The story is told of hungry and weary travelers who were refused hospitality by townspeople who wanted to keep what little they had for themselves. The travelers eventually borrowed a large pot and began to make soup with what was available—stones and water. When it was done they promised to share it with the whole village!
As the soup simmered, they “oohed” and “ahhed” over their creation. The curious townspeople looked on, and someone eventually offered to add a carrot or two, some potatoes, salt and pepper, and so on.
God is making stone soup and we’ve been invited to add our Anabaptist flavoring to the pot.
In January 2001 a then relatively unknown man named Brian McLaren challenged a gathering of Franconia Conference pastors and leaders to add our seasoning. In fact, according to my notes, he said that he thought Mennonites were 500 years ahead of time… that our Mennonite heritage has something important to offer the world in the dawning post modern era.
McLaren probably wasn’t the first person to say something like this, but recently I have heard the invitations growing in number and urgency.
In June Greg Boyd, pastor of the St. Paul, Minnesota, mega church, Woodland Hills, gave the key-note address at the gathering of Mennonite Church USA boards in Columbus, Ohio. Boyd is on a journey. In the 1990s he became increasingly uncomfortable with the direction of mainstream evangelicals. By 2004 he could no longer tolerate the pressure of the evangelicals to endorse political candidates based on narrowly defined issues. He preached a six part sermon on the cross and the sword and 700 people left his church. In case they didn’t quite “get it,” he preached further on this theme and another 300 left—a full 20% of his congregation!
The New York Times ran a front-page story about this which was picked up by a whole variety of papers, and eventually he was invited to participate with Mennonites in a conference at Hesston College in October 2007. Boyd came away from that encounter declaring, “It turns out I’m a Mennonite!”.
In his June 2008 presentation to the Mennonite Church USA boards, Boyd offered four specific words:
- Cherish the treasure that you have! The Anabaptist heritage is centered on the Kingdom of God, it is clear, Christ-looking and utterly unique. All over the globe people are opening up to the understanding that being a Christian is about imitating Christ. But here’s what they don’t have—postmodern people don’t like the modernist idea that history begins with them—they want a rooting in history. And just when the world is running toward an Anabaptist vision, many Anabaptists are running from it.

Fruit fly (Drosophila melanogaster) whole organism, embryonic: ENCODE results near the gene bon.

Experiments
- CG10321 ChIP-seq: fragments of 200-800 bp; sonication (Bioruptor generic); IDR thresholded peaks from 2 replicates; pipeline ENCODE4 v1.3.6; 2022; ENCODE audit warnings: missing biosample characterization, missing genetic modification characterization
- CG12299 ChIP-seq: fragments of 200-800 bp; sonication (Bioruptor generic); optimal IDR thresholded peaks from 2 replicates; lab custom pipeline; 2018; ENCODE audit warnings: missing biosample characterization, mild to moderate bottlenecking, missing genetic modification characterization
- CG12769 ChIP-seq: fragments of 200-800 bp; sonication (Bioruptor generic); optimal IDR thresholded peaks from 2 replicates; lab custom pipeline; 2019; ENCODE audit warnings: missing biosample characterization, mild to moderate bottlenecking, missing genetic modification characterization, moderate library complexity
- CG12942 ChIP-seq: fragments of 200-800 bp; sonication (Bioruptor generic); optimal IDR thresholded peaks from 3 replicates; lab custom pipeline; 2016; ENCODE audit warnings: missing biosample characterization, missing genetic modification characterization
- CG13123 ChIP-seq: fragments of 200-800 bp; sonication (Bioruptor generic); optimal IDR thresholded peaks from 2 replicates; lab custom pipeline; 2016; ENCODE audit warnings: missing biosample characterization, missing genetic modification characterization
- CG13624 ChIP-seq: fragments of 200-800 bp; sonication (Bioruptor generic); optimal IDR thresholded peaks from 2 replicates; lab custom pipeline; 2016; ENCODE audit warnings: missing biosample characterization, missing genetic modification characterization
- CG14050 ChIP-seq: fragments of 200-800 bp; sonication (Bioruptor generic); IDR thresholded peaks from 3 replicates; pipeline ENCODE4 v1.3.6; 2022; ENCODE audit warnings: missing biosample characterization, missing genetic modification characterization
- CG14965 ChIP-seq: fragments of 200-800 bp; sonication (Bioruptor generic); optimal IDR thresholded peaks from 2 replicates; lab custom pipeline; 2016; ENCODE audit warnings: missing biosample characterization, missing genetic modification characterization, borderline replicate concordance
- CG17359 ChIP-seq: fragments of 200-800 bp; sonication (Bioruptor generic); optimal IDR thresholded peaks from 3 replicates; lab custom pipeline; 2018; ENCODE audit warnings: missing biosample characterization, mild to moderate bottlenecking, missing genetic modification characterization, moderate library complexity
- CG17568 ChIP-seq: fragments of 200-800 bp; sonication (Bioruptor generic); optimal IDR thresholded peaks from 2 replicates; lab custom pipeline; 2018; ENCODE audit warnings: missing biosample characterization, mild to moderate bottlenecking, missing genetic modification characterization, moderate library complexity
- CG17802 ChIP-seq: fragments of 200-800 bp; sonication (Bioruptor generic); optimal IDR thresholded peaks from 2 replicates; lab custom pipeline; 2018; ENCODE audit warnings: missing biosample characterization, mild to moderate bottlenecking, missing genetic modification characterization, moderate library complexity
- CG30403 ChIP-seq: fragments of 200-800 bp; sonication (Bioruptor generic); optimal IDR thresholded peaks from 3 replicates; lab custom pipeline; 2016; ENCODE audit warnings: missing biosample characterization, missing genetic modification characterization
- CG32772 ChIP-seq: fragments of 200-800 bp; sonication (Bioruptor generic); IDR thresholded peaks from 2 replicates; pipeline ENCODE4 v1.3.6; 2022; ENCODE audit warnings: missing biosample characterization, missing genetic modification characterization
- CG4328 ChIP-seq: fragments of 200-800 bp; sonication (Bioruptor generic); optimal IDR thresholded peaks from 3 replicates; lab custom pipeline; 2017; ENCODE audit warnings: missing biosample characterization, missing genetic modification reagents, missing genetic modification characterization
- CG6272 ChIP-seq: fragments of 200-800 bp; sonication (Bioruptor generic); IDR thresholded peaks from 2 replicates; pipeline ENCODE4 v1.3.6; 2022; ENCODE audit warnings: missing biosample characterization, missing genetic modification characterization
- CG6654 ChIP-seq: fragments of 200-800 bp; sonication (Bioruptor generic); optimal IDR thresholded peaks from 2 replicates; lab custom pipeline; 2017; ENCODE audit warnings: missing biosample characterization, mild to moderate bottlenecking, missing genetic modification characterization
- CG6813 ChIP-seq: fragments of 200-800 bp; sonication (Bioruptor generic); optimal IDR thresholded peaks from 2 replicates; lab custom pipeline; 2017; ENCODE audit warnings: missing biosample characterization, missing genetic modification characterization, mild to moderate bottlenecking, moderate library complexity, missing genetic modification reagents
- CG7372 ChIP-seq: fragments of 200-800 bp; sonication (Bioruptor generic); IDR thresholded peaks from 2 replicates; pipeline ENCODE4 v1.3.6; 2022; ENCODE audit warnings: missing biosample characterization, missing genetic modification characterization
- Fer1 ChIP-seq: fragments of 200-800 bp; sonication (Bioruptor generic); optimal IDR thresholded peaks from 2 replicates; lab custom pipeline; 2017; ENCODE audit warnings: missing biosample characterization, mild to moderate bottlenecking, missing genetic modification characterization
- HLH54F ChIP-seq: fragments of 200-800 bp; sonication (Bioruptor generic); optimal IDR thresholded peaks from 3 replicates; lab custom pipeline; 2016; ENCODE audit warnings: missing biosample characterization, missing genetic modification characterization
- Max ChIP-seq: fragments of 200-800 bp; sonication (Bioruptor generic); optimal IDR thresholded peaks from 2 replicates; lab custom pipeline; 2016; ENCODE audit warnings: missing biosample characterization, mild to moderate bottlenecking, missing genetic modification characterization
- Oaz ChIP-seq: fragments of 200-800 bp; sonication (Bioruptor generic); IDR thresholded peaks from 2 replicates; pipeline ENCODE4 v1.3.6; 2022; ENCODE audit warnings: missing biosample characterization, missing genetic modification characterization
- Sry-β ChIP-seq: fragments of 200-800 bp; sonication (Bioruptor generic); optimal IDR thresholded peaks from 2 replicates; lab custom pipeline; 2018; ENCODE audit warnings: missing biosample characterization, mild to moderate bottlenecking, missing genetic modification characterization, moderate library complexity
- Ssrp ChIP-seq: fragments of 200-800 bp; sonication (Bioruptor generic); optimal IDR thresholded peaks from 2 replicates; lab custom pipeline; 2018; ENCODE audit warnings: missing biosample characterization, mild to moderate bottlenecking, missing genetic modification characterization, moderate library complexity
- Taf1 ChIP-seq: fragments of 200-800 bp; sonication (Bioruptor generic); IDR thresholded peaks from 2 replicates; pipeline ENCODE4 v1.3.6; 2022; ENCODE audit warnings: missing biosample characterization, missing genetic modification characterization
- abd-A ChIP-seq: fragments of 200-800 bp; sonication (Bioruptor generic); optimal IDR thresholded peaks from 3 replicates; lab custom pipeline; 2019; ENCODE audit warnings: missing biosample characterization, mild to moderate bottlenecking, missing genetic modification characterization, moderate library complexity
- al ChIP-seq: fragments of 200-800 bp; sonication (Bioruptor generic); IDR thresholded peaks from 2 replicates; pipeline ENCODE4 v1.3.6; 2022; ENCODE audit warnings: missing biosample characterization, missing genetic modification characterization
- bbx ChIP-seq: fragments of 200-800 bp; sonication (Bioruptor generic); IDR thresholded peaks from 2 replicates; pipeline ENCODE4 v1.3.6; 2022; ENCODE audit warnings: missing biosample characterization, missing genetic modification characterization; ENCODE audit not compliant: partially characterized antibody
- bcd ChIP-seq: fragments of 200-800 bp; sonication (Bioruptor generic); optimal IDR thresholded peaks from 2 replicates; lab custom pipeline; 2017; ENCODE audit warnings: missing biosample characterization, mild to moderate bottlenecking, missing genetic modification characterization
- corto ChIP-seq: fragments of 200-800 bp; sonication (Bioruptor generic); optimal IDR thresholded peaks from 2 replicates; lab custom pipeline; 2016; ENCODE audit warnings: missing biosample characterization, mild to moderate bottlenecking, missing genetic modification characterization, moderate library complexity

- Be utterly inflexible when it comes to the core principles of the Kingdom and become increasingly flexible to culture. In an attempt to modify our culture, don’t modify your understanding of the Kingdom. Hold fast to a theology of simplicity, non-violence, service, and self-sacrifice but be completely flexible on everything else.
- The time has come for the vision entrusted to the Anabaptists! We can offer a tribe, history, and a sense of belonging to those who are coming to our understanding of the Kingdom of God. “Get your house in order—the world is running to you … it’s not a pride thing, it’s a Kingdom thing!” Embrace the center; let go of the periphery.
- Whatever you do, attain Kingdom ends by Kingdom means! Do whatever we do not just “for the Kingdom” but “as the Kingdom.” Bring the Kingdom down into our midst through love and prayer. Keep God’s interests before your own interests.
And there are other voices around the globe echoing very similar things!
So how shall we respond? Will we continue to be the humble, quiet in the land? Or has God given us a treasure for the world whose time has come? And if the latter, how do we begin to open ourselves to offer a tribe and place to people who are discovering and embracing Anabaptist theology? How do we own it ourselves? How do we learn to be comfortable in our own skin rather than conforming to the culture around us?
Perhaps it’s more powerful to let others discover us and speak for us. Yet they wonder why we make it so hard for them to find us. They wonder if we really want them to find us, and they wonder why some of us are running away from our own theology just when they are finding it and looking to join a tribe of people who have tried to faithfully live it out for 500 plus years.
I have a large pot, some stones, and water. What’s in your garden? Together perhaps we can make something amazing and delicious … and we can invite others to join us for a feast!